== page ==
Sunday, July 21, 2024
HomeCrimeFulani Terrorists Strike Again in Kaduna, Executing Volunteer Guards

Fulani Terrorists Strike Again in Kaduna, Executing Volunteer Guards

By Steven Kefas

(Kajuru) – Five citizen guards defending their village of Ewehko, approximately 50 miles from Kaduna city, paid the ultimate price, Monday, June 17 during a brutal attack by radicalized, Islamist terrorists.  A local woman also was murdered, bringing the death count to six martyrs.

The deadly assault, which reportedly began around 2:14 pm, saw the militants set fire to residents’ property in what locals told TruthNigeria was another reprisal for the community’s attempt to defend itself against killers.  The town had formed an ad hoc but effective security team to fight back against kidnappers and terrorists who have made life hell for Christian farmers in the state for years.

Mahmuda Gambo, a respected citizen guard defending the town of Ewehko, in Kajuru County, until his murder on June 17, 2024. Credit: Steven Kefas.
Mahmuda Gambo, a respected citizen guard defending the town of Ewehko, in Kajuru County, until his murder on June 17, 2024. Credit: Steven Kefas.

Among the casualties was Mahmuda Gambo, a respected civic voice who frequently spoke out about the terrorist threat facing villages in Kajuru. Gambo was beheaded by the terrorists – a grisly act likely intended to spread fear and silence other would-be critics of their campaign.

“He saw it coming,” said Jonathan Sani, a close friend of the slain community leader.

 “Two weeks ago he invited me to his house and told me many things happening in his community and neighboring villages. He told me he was scared for his life and felt he was being targeted. Today he is gone, killed in a brutal manner to send a message to others who may want to be as bold as him,” Sani told TruthNigeria.

The attack on Ewehko, home to around 10,000 farmers, lands another traumatic blow to residents of Kajuru County. Roughly three  weeks earlier on May 29, a dozen civilians were massacred by what locals believe is the same terrorist, Islamist militia at a bustling market in the nearby town of Maro.

A local vigilante officer named Sambo, who narrowly escaped being killed himself and witnessed the carnage in Ewehko firsthand, said the six victims appeared carefully selected by the assailants.

“The attack looks like a reprisal following the community’s resolve to beef up their local security against the marauding herdsmen who have been launching kidnappings and other deadly attacks in recent weeks,” Sambo told TruthNigeria.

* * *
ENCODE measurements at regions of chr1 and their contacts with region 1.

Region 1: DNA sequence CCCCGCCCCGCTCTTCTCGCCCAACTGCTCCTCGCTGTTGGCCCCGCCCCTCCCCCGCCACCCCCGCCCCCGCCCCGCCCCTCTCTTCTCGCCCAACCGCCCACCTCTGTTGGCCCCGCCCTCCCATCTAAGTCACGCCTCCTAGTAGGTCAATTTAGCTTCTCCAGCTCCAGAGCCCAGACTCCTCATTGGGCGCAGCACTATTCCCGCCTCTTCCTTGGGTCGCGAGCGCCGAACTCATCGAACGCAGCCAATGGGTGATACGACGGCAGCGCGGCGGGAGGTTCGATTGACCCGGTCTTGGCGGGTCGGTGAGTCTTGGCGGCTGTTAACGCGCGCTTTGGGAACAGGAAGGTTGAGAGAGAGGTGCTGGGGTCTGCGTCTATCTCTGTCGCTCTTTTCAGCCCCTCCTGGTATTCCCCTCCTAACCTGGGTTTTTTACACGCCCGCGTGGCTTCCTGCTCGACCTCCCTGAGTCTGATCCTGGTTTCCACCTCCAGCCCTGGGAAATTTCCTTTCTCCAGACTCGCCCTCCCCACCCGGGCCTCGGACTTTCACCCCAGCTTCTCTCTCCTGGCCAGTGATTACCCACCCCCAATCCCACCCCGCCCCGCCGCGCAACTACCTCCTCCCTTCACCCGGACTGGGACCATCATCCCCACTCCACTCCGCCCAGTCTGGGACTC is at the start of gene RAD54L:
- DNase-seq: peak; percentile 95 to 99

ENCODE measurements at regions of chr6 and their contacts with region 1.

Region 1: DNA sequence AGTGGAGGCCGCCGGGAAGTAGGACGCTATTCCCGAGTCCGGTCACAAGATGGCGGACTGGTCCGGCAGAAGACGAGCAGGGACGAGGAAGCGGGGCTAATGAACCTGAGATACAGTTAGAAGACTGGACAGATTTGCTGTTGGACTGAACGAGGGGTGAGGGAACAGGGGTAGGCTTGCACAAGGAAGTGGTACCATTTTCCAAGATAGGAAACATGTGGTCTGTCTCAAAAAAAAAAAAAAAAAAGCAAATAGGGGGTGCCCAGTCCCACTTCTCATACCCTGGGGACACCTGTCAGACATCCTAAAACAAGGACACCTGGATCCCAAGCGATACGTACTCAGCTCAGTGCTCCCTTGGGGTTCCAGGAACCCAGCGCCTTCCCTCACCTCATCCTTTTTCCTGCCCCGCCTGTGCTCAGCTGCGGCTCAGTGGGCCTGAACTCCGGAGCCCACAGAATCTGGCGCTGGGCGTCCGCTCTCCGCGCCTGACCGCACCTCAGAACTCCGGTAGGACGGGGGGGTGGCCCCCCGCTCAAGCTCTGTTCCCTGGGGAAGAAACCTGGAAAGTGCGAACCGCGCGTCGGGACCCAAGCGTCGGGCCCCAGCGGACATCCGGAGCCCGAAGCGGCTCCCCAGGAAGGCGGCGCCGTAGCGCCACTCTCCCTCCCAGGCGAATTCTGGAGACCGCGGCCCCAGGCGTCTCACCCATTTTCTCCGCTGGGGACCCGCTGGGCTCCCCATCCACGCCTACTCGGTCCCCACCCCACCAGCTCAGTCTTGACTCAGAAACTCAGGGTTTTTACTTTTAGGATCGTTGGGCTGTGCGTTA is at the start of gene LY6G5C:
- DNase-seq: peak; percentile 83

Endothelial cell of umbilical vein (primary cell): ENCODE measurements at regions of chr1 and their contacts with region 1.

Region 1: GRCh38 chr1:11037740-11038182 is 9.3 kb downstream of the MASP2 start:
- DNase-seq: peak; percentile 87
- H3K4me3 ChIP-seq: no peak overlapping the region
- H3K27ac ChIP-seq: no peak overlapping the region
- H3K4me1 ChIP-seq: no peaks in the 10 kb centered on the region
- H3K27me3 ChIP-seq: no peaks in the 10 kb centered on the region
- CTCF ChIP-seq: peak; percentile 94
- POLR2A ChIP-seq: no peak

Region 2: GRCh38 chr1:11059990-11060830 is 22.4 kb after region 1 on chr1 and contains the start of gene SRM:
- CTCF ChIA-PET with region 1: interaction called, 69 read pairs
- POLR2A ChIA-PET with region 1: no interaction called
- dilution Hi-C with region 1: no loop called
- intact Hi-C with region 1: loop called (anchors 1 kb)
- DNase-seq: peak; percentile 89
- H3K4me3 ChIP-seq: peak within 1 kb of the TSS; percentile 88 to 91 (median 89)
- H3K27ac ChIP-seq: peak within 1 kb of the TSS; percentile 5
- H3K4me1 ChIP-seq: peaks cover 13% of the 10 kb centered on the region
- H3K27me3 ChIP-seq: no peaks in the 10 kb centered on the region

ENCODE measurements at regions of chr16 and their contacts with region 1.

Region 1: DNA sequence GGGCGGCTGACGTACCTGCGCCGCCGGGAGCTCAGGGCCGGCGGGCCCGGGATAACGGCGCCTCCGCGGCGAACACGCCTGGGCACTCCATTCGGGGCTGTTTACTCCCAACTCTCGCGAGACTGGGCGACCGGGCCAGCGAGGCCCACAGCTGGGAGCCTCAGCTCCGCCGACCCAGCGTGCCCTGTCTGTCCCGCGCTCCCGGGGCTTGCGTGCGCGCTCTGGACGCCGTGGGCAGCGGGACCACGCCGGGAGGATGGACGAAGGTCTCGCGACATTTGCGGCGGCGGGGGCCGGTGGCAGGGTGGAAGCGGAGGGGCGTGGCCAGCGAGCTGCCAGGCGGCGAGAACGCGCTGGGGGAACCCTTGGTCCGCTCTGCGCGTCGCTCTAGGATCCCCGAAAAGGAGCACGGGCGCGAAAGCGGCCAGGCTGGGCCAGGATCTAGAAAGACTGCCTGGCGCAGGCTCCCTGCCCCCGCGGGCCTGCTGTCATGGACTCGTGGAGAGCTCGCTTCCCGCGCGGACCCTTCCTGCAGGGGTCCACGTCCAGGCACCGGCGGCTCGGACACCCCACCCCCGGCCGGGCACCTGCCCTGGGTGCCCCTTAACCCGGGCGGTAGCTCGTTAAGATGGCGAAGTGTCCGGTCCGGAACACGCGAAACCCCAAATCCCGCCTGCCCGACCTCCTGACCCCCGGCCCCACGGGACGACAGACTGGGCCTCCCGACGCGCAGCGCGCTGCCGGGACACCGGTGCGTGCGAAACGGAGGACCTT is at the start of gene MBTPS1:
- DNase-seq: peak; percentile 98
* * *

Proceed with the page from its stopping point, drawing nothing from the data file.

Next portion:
The violence is part of a wider crisis spanning several states in northern Nigeria, where heavily armed Fulani militias have escalated a harsh campaign of terror against rural communities. Though the Nigerian government repeatedly has claimed success in combating the threat, terrorist commanders such as Bello Turji and Beleri defiantly responded last week via a video circulated online.

Flanked by armed fighters, the duo mocked the state’s efforts against them and called on security forces to “stop attacking innocent farmers in the guise of fighting terrorists.” The belligerent propaganda excerpt underscored the continuing potency of the militants speaking the Fulfulde language spoken by 8 million members of the Fulani tribe. The Fulani bandits reportedly retain vast capacities for violence despite mounting battlefield losses.

 The army and air force, headed by President Tinubu, has launched wave after wave of assaults on terrorist-bandits in the states bordering Kaduna for 9 months. But kidnap-for-ransom gangs and mercenaries-for-hire had been proliferating for eight years during the previous administration of Muhammadu Buhari (2015-2023) in the Northwestern States, and their ranks had swelled to 30,000, according to New Lines Magazine.

On the ground in Kajuru, the crisis shows no sign of abating. A soldier stationed at one of the county’s checkpoints, who spoke on condition of anonymity due to the sensitivity of the matter, said a lack of strategic resolve has allowed the terrorists to openly maneuver from the Northwest, their traditional stronghold, into the region with ease.

“Those people attacking and killing villagers can be stopped, if the right approach is deployed,” he said. “We cannot continue fighting them as if we are pitying them. How can you bombard them in the Northwest and then somehow allow them to move to the central part of the state? To do what exactly?”

The soldier also lamented the repeated failure of military leadership to give troops a sufficient morale boost, claiming their superiors too often “politicize the war on terror” at the expense of effective battlefield leadership. The concerns echoed long-standing criticisms that Nigeria’s military efforts have been crippled by corruption, poor training, and a lack of accountability.

For the residents of Ewehko, such strategic lapses have translated into continued anguish. The indelible images of Mahmuda Gambo’s beheading and the widespread destruction left by Monday’s attack sent further shockwaves through a community well-accustomed to tragedy but no less impacted by the latest senseless loss of life.

As they mourn their dead, including the fearless advocate Mr. Gambo, weary civilians in Ewehko and surrounding areas are left wondering how much longer the killing must continue before authorities finally dedicate the resources – and resolve – necessary to halt the Fulani militant scourge once and for all.

Steven Kefas is a conflict reporter for Truth Nigeria, covering the Middle Belt region.

RELATED ARTICLES
- Advertisment -spot_img

Most Popular

Recent Comments